There's no doubt that Silicon Valley is the hub of innovation in the tech industry. But recently New York City’s tech/information economy has flourished--especially in the city's most diverse borough, Brooklyn. In fact, according to a new report, Brooklyn’s tech/information sector has grown faster than every other large county in the nation other than San Francisco.

In Building a Digital City: The Growth and Impact of New York City's Tech/information Sector, author Dr. Michael Mandel, chief economic strategist at the Progressive Policy Institute and president of consulting firm South Mountain Economics, mined data released by the U.S. Bureau of Labor Statistics and the Conference Board, and found that the tech/information sector of New York City's economy has grown 11 percent since 2007. This uptick, he estimated, was responsible for roughly one-third of the job creation in New York City’s private sector since 2007. Today, it provides jobs to 262,000 workers throughout the city and contributes nearly $30 billion annually in wages to the local economy. 

So what's going on here? Mandel sat down with Inc. staff reporter Abigail Tracy and discussed why New York City has seen so much growth in the tech/information sector and what other cities can learn from the city’s progress. 

New York City’s share of the nation’s private sector employment has reached its highest level in 20 years. Did this surprise you? 

Yes. The most startling thing that came out of this for me was how much New York City out performed the rest of the economy after the financial crisis. Much of this growth we are seeing is due to a lot of small companies starting up in the city. We always talk about how downturns are fertile times for start-ups and small companies and I think the New York City example really proves this. The downturn offered a chance for smaller companies to come in and start growing. It turned out to be very powerful.

The first question I had to answer was, 'what types of companies should be included in the tech/information economy?' To me, the tech/information sector includes start-ups, established technology companies but also, companies that are rapidly going mobile, online or digitizing themselves--including media companies like the New York Times and Inc. Magazine. I wanted to get at companies that were in the same ecosystem, so I didn’t include finance, health care or education companies in my analysis. I think it resulted in a very satisfactory picture of what is going on in New York City. It represents convergence. We have been talking about convergence for 20 years but it finally seems to be happening.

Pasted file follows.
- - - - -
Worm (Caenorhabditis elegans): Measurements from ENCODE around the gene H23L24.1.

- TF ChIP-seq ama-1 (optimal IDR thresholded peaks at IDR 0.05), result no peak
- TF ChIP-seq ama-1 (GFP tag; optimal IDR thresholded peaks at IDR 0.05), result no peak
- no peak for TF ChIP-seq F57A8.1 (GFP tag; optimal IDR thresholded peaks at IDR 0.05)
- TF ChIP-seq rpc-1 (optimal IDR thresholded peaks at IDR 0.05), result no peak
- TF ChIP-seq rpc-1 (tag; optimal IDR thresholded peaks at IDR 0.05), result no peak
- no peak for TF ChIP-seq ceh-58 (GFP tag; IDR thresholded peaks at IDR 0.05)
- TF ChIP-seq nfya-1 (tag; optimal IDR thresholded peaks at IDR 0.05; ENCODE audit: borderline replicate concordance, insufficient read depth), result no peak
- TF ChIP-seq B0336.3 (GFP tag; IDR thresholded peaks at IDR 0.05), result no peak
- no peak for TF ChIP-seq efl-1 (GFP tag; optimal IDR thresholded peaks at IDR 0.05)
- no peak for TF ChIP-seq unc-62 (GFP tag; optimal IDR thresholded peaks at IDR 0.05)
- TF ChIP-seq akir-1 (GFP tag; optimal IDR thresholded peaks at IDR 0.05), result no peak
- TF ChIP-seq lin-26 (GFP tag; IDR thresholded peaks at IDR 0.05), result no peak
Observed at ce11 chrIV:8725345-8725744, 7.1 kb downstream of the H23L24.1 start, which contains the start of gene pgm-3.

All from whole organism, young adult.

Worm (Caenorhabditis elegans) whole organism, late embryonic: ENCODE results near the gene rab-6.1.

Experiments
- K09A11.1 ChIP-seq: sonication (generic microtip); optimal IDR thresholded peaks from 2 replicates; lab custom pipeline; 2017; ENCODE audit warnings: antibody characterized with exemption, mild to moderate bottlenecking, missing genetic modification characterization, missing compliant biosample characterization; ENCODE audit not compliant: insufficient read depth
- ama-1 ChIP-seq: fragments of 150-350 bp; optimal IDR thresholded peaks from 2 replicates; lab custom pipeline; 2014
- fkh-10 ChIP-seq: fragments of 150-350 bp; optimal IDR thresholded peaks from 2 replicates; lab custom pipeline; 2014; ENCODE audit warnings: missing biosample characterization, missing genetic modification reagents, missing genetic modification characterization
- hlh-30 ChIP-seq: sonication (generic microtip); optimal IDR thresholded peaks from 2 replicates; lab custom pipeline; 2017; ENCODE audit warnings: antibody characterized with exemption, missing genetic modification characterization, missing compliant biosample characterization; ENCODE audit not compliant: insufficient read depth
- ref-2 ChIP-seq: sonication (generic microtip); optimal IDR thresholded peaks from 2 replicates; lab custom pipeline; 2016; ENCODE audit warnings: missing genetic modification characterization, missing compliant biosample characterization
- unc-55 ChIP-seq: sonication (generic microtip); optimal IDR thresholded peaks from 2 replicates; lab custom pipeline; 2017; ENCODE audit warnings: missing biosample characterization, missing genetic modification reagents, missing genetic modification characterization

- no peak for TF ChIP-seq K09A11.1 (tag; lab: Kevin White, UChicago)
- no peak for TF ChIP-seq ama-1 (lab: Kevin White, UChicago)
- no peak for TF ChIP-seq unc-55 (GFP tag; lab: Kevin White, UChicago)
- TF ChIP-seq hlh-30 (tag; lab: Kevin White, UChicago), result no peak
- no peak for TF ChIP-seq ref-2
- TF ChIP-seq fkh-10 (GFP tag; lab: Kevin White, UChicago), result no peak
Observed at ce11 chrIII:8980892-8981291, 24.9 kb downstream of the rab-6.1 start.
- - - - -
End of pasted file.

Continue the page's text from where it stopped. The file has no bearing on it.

What about New York City do you think has contributed to the growth in this sector?  

First, I think New York City turned out to be very strong in some of the skills the most recent tech wave needed--such as design and advertising. Second, I think that the Bloomberg administration put in place some very good policies that helped foster the technology boom--for instance the Made in New York campaign and the incubator competition that helped bring the Cornell campus to New York City. 

So policy played a role? 

I think the Bloomberg administration should be commended for its success but the thing to keep in mind is that the administration was not effective in a vacuum. It was able to build on some real strengths. Part of the implication for other parts of the country is that there may be ways to implement successful policies if they build on the strengths unique to those regions, rather than try to imitate New York City. If a city wants to foster tech growth or tech related growth, they need to figure out what their strengths are, build on them and not get involved with a lot of internal warfare. 

What do you think is the greatest lesson for other cities hoping for similar growth? 

There are two things. The first is that people have talked about innovation as not generating a lot of jobs. In New York City--it is. That’s extremely important because it sort of tells the rest of the country and even the world what to look for. The second is that good policy works if you are pointing it the right direction. So those are really the two big messages--innovation creates jobs and good policy can make a difference.